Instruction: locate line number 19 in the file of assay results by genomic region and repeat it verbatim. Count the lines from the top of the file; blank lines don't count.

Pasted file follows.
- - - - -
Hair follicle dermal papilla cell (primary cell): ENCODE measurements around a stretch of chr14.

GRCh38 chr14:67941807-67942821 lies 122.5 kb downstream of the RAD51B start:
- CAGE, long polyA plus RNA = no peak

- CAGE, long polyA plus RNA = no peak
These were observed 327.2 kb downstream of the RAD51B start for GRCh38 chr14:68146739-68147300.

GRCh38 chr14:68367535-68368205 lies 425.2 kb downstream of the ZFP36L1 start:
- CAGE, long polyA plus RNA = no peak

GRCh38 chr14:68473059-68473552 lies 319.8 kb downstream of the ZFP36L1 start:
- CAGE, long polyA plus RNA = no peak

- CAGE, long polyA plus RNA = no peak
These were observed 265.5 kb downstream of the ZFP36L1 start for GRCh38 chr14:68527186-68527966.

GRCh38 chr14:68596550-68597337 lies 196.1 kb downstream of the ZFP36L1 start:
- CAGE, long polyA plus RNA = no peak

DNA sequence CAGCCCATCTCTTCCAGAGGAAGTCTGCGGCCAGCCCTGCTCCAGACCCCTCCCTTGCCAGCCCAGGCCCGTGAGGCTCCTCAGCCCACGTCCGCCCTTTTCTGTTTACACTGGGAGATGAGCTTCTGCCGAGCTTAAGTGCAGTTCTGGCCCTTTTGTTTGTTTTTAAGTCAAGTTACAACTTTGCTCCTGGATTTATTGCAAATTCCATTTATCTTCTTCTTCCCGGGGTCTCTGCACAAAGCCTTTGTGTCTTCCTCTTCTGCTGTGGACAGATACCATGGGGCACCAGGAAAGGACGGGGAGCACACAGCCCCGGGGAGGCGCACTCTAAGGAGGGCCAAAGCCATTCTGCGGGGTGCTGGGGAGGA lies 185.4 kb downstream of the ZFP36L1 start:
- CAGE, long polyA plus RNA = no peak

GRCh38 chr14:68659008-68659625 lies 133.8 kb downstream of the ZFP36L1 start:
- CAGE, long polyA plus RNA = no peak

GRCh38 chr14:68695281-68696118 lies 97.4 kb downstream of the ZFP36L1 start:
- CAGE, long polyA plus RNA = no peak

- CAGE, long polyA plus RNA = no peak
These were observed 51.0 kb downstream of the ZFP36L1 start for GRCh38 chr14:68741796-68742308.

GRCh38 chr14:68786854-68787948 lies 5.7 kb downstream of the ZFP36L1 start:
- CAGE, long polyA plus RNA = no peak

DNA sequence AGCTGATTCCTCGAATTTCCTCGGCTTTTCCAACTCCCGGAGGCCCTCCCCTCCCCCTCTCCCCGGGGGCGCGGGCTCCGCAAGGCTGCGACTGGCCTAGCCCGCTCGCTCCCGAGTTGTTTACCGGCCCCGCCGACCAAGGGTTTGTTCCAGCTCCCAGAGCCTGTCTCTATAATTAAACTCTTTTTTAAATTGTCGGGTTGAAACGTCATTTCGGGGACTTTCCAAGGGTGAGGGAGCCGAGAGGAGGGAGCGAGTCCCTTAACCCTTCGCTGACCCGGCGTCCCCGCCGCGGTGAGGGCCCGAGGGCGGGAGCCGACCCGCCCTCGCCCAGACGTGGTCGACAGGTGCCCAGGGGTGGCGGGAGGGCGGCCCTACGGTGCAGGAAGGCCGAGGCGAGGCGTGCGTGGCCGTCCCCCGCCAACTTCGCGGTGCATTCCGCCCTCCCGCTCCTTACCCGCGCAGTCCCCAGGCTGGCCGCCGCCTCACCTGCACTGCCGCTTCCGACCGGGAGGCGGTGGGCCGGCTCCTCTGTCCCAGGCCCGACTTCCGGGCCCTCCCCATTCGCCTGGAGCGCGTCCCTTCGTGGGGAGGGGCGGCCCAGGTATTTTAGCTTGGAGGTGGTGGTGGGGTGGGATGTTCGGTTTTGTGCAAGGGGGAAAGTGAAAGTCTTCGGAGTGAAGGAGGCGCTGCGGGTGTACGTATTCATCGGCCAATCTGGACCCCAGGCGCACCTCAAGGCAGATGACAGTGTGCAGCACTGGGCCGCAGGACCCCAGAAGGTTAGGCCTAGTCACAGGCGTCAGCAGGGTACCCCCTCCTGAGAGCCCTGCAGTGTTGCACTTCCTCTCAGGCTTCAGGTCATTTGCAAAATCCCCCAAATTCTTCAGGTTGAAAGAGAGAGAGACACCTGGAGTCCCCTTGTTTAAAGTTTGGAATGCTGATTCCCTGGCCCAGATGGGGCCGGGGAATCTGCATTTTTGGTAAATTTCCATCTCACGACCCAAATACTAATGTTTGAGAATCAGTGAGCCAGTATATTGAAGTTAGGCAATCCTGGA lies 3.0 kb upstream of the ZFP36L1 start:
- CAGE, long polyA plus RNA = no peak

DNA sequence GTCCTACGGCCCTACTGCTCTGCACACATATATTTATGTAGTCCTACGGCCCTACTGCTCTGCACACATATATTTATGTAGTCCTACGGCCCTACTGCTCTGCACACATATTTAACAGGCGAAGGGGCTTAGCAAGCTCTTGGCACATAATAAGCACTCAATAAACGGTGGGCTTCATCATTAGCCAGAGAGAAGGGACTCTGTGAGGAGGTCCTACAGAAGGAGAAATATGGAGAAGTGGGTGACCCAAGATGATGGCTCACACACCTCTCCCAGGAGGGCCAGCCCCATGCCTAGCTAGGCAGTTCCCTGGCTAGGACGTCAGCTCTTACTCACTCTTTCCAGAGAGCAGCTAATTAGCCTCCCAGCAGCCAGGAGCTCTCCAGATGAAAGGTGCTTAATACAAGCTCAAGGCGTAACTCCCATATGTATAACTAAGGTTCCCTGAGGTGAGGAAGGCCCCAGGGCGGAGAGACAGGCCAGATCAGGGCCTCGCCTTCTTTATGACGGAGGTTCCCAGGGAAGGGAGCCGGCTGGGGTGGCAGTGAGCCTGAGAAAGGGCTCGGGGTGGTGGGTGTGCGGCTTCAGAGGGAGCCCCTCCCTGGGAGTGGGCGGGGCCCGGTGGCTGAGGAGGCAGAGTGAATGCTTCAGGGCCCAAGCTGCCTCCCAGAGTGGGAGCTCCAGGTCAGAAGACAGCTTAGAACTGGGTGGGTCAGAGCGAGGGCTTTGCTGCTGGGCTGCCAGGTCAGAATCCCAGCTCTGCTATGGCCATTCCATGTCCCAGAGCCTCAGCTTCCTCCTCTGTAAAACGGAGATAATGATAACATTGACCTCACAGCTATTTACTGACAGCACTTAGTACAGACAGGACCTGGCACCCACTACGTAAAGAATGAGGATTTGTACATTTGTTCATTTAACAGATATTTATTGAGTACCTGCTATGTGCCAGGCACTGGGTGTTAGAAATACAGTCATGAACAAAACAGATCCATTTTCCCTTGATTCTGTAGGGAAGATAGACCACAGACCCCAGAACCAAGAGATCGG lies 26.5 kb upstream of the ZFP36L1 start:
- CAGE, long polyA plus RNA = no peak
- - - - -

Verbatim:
- CAGE, long polyA plus RNA = no peak